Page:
The Vans Currently Do Not Even Exist

the vans currently do not even exist

Amazon made a decision to purchase 100,000 Rivian electric delivery vans for last-mile operations, and the most remarkable thing about this amazing order is that the vans currently do not even exist. Diesel News’ US Correspondent, Steve Sturgess, investigates.

Rivian is a start-up that caught everybody’s interest with the showing of the R1T all-electric full-size ute and R1S, an SUV based on the same platform. Launched at the LA Auto Show in 2018, these are the only vehicles, in prototype form, that actually exist. But Rivian has caught Ford’s attention with the legacy automaker investing $500 million in the company. 

This, plus the backing by Saudis and banks allowed the fledgling company to buy a shuttered Mitsubishi plant in Normal, Illinois back in 2017. Showing its canny plan to become an automaker to rival Tesla, the huge car parks surrounding the car plant make money storing diesel Volkswagens that are forbidden on US roads. This revenue stream covers the standing costs of the plant, says Rivian.

The deal with Amazon has also resulted in a $700 million investment by Amazon which sounds like a lot, but for the world’s biggest retailer it’s just walking-around money.


the vans currently do not even exist
Th Rivian R1T all-electric full-size ute

Based on the claims for the ute and SUV, the vans should be highly viable. The two existing vehicles have a claimed range of 400 miles and a 0-60mph performance in the three and a half seconds. They are highly distinctive, a bit homely but the automotive world is waiting for things to get going with these models. 

Mack showed a low cab forward class 8 refuse truck at a recent Waste Expo. With an all-Mack battery electric powertrain, the demonstration model will begin real-world testing in 2020 in the demanding operations of the New York City Department of Sanitation (DSNY).

Mack’s integrated electric powertrain consists of two 130-kW motors producing a combined 496 peak hp (370 kW) and a staggering 4,051 lb.-ft. (5,490 Nm) of torque available from zero rpm. Power is sent through a two-speed Mack Powershift transmission and put to the ground by Mack’s proprietary S522R 52,000-lb. rear axles. The Mack LR BEV features a copper-coloured Bulldog hood ornament, signifying that it’s an electric vehicle and distinguishing it from the gold Bulldog which signifies an all-Mack engine and drivetrain or the chrome Bulldog with indicates supplier components.

Volvo has debuted the VNR Electric for drayage operations, initially out of the southern California ports. It is scheduled to go into operation in mid 2020. The introduction of the Volvo VNR Electric models is to be part of an innovative partnership, known as LIGHTS (Low Impact Green Heavy Transport Solutions) between the Volvo Group, California’s South Coast Air Quality Management District (SCAQMD), and industry leaders in transportation and electrical charging infrastructure.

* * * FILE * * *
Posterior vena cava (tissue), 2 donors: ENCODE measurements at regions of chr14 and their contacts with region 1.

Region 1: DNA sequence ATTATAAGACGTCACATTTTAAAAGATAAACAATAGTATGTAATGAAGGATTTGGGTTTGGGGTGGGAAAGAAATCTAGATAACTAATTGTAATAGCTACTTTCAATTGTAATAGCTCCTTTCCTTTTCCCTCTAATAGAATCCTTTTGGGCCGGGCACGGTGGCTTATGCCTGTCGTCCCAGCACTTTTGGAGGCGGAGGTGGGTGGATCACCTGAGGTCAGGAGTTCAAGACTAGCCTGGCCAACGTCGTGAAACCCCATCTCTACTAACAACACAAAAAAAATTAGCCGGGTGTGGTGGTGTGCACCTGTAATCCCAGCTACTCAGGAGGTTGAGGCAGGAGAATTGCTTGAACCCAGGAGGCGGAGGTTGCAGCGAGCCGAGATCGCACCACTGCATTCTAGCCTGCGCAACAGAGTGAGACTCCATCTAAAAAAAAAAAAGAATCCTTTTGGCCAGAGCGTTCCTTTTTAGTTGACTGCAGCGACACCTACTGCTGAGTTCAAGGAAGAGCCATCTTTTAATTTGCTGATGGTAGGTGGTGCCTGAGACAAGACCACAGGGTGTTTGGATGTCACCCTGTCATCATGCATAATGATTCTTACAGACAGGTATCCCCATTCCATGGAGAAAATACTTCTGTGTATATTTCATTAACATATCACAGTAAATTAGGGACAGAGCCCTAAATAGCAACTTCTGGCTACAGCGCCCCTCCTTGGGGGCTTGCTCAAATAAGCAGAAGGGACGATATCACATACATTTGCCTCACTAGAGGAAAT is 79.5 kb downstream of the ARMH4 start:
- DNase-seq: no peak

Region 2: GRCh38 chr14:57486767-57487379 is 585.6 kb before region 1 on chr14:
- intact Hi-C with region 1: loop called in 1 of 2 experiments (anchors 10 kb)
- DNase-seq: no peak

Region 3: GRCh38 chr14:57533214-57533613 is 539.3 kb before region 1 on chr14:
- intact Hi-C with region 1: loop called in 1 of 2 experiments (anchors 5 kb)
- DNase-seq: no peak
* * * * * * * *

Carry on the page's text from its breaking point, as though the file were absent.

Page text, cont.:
“The LIGHTS project is a truly unique opportunity to showcase a holistic approach to electrification of the freight transport industry as we handle ongoing challenges including electricity generation and battery optimisation,” said Peter Voorhoeve, president of Volvo Trucks North America.


the vans currently do not even exist

Peterbilt’s sister division Kenworth is going down a different road with an all-electric powertrain, but with a range-extending fuel cell stack from development partner Toyota. The is Zero-emissions truck that has some emissions, water and nitrogen, both naturally occurring and harmless to the environment.

Which begs the question on the other fuel-cell range extended Nikola One, regional semi conventional Two and Trey cabover for European and other markets. Nikola is pressing forward with some significant changes though did show a working model 2 at the recent Nikola World update. 

Nikola recently signed a $16 million order to purchase equipment for the first phase of its fuel cell development laboratory, it announced at the event. The order represents the initial installment in an overall investment plan that totals several hundred million dollars. 

“It is critical that we move fast and have the best equipment as part of our truck development process,” said Mark Russell, Nikola Motor Company’s president. “By creating our own facility, Nikola will be able to test and validate its fuel cell components in half the time it would take other OEMs and third-party labs.” 

And Tesla? The company has said little publicly since the excitement at the Los Angeles launch back in late 2017. According to reports, there is at least one Tesla semi running between the Reno, Nevada-based Tesla Gigafactory and the car assembly plant in Fremont, California. The 230-mile route was widely predicted to be the first application for the semi.

Tesla creator Elon Musk has been a lot more vocal about the much-anticipated Tesla Pickup, which, if or when it happens, may be a money-maker, since pickups account for more than half the automotive market in America.

Which brings us back to Rivian . . . 


the vans currently do not even exist